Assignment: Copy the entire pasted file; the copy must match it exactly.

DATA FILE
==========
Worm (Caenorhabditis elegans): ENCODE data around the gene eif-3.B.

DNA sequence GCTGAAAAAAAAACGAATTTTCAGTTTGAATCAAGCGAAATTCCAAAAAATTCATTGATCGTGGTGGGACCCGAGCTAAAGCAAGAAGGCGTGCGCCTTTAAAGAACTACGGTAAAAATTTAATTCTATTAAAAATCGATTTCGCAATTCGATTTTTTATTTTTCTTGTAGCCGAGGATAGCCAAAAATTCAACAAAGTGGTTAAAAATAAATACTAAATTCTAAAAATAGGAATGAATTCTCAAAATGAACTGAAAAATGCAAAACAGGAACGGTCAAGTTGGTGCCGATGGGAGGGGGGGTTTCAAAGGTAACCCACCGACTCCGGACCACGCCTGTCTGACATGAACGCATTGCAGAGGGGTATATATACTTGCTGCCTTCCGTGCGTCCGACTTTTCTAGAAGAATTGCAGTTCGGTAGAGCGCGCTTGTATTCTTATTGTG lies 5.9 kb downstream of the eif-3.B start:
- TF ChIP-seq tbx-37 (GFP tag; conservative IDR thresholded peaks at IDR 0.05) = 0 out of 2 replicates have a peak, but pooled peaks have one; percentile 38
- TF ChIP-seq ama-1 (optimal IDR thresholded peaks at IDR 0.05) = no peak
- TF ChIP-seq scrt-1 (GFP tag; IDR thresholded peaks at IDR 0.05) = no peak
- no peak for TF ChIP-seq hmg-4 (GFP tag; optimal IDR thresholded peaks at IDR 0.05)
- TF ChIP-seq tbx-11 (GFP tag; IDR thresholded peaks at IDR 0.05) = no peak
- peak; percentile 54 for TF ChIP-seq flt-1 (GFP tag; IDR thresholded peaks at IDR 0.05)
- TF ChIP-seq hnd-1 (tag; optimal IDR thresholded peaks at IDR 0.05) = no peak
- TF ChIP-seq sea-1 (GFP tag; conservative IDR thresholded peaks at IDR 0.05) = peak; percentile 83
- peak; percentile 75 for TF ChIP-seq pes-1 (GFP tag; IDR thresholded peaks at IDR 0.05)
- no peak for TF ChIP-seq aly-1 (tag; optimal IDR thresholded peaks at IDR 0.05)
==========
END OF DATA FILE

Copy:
Worm (Caenorhabditis elegans): ENCODE data around the gene eif-3.B.

DNA sequence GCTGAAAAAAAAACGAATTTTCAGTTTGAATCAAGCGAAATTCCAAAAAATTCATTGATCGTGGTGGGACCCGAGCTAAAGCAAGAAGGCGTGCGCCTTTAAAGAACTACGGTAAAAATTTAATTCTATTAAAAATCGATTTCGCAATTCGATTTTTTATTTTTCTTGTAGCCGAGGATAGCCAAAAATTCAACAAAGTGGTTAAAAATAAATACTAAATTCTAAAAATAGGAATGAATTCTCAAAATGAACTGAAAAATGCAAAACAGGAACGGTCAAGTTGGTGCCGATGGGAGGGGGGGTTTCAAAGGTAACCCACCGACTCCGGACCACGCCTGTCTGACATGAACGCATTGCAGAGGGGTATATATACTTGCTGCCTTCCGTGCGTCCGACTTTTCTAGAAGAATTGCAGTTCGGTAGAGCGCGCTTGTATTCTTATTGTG lies 5.9 kb downstream of the eif-3.B start:
- TF ChIP-seq tbx-37 (GFP tag; conservative IDR thresholded peaks at IDR 0.05) = 0 out of 2 replicates have a peak, but pooled peaks have one; percentile 38
- TF ChIP-seq ama-1 (optimal IDR thresholded peaks at IDR 0.05) = no peak
- TF ChIP-seq scrt-1 (GFP tag; IDR thresholded peaks at IDR 0.05) = no peak
- no peak for TF ChIP-seq hmg-4 (GFP tag; optimal IDR thresholded peaks at IDR 0.05)
- TF ChIP-seq tbx-11 (GFP tag; IDR thresholded peaks at IDR 0.05) = no peak
- peak; percentile 54 for TF ChIP-seq flt-1 (GFP tag; IDR thresholded peaks at IDR 0.05)
- TF ChIP-seq hnd-1 (tag; optimal IDR thresholded peaks at IDR 0.05) = no peak
- TF ChIP-seq sea-1 (GFP tag; conservative IDR thresholded peaks at IDR 0.05) = peak; percentile 83
- peak; percentile 75 for TF ChIP-seq pes-1 (GFP tag; IDR thresholded peaks at IDR 0.05)
- no peak for TF ChIP-seq aly-1 (tag; optimal IDR thresholded peaks at IDR 0.05)